As a Christian, my upbringing has taught me that the bible speaks of man being made in “God’s image”. While we aren’t perfect, there was perfection in his intent, in his design of us. Simply put, if the All-powerful who creates and who can destroy with completion operates from a place of love, Tten why can’t I? If God were to react to how we humans have acted towards each other—murder, war, rape, abuse of the planet—we as a species would have been eradicated from the very existence that the Creator designed. As a species, we haven’t really evolved…we do the things we have always done…just with better tools.
As a human, I have seen the ravages of what anger can create. Anger for me is a decision: Anger is a weak choice that many reverts to when they have lost control, when they have lost reason, when they have lost love and hope. I have opted to find peace. I have opted to operate from a place of Love (besides, it’s God’s greatest attribute). To tame the beast, I cease to believe that it’s about me, that when people decide to treat me a certain way, to tell me a falsehood, to be untrue, to be unfair, it’s about them, not me. I choose to manage my reaction to their treatment of me. It keeps my blood pressure low, it ensures that my heart beats properly for my benefit. I have chosen not to internalize the pain. Pain can wash over you, it just happens in the human experience but, when you choose to bathe in it…that’s when it becomes anger. I personally refuse to allow anger to define me as a man anymore. Anger is the easy way out.
Sometimes we meet people who are narcissistic, destructive people who are damaged. The true nature of some of these individuals doesn’t come to light until long after you have become emotionally invested. I don’t wish this on anyone, but sometimes these people seek to hurt you emotionally, damage you spiritually and seek to devalue you because of their own pain, their own failings and lack of self-worth. This can anger you too (trust me I have been there). Don’t let it. Walk away, save yourself, save your psyche. Don’t willingly place your soul and sanity in harm’s way no matter how beautiful and attractive the abuser may be.
I am not saying to suppress your anger, I am suggesting that you channel it.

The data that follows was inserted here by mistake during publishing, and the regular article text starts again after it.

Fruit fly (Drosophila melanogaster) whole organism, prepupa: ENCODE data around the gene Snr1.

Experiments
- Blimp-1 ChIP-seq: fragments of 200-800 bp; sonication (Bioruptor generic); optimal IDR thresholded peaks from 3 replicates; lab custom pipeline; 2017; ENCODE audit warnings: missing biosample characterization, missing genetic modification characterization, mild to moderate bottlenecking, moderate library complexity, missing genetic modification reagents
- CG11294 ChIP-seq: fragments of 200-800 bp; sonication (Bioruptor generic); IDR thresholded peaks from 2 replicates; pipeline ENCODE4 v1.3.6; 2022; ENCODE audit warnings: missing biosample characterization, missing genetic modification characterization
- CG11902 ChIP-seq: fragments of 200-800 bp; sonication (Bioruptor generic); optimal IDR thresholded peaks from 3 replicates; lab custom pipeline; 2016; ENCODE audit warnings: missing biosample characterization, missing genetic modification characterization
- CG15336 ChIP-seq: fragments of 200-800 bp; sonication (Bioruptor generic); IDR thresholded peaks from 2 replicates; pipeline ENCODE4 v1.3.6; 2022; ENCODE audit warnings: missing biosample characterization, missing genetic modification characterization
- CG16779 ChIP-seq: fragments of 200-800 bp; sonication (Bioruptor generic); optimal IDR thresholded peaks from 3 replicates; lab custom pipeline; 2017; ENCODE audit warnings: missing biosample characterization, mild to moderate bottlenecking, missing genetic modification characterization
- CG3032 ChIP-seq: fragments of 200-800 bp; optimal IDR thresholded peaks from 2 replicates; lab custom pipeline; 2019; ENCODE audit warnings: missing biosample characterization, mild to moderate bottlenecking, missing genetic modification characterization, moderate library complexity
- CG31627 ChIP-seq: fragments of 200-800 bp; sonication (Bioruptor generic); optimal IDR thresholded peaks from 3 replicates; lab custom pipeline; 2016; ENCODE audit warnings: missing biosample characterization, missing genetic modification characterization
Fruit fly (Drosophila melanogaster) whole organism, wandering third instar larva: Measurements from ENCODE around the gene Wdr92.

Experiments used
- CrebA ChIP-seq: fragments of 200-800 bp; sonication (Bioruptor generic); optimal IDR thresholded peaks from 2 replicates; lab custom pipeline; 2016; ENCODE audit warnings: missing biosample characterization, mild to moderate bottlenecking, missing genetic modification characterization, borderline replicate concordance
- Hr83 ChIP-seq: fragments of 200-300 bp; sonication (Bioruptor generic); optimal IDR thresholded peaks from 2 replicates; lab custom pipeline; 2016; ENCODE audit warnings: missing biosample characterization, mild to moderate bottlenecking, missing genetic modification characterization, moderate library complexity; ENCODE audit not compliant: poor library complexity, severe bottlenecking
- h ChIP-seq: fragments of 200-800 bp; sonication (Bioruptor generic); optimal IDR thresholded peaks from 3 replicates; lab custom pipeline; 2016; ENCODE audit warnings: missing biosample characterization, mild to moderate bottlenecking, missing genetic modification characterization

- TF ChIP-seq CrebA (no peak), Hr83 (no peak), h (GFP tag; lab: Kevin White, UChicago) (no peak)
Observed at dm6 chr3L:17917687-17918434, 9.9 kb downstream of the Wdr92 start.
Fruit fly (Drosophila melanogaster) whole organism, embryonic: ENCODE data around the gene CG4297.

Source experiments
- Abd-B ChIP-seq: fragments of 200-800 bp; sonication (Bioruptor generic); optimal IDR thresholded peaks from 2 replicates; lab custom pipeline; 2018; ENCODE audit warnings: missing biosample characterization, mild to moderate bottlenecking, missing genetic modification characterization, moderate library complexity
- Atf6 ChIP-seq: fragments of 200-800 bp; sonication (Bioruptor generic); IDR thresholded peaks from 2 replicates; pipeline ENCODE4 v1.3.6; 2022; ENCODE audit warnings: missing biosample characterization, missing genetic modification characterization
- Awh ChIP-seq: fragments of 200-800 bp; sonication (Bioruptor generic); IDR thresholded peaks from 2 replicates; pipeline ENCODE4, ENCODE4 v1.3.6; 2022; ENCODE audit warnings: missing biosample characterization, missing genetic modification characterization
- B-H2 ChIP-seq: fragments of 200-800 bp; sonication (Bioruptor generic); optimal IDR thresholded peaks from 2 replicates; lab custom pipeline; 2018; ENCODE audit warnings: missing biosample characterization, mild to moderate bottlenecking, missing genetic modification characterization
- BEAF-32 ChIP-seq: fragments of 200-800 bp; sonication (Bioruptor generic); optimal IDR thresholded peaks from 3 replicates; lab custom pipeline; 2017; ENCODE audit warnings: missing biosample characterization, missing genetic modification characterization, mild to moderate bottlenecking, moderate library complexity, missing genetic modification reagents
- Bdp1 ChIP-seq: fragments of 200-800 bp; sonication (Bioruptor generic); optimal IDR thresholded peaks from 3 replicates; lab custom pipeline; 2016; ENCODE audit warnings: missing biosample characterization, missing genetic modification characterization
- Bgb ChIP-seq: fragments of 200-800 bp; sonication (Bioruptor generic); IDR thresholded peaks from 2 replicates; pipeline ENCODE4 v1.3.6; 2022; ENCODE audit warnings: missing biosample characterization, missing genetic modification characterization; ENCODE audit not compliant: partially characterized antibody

I challenge you to redirect your anger into an exercise or a task that allows you to breathe, to think and regroup and realize that when you respond in love that is your greatest shield against lashing out at what you perceive may have hurt you. Sometimes, the hurt is very real. In my life, the biggest pain has been love. Men don’t love easily, letting the guard down is hard, but when we do? We dive all in and in many cases without understanding the rules (who teaches us?) so we learn by error.
When some men expose their hearts to another and it is damaged, we sometimes take that anger out on the next few women in life, spreading that pain. If you are fortunate enough to have a woman who is astute and aware of who and what she is to you within the orbit of your relationship with her and you harbor anger? Well, work on it, pray, read your bible, learn relaxation techniques and coping mechanisms (see a therapist if you have too, there is no shame in speaking to an objective third party about what you are feeling internal, especially if it will help you be a better person).
If maintaining intimate relationships matter to you, learn to harness and manage your anger because if you allow it to define you, you won’t like what you see. It won’t happen overnight, be patient and kind to yourself because it’s a process. Love your best self, and you will learn that anger has no place in a man who desires to be loved in return. Buddha states: “Holding onto anger is like grasping a hot coal with the intent of throwing it at someone else; you are the one who gets burned.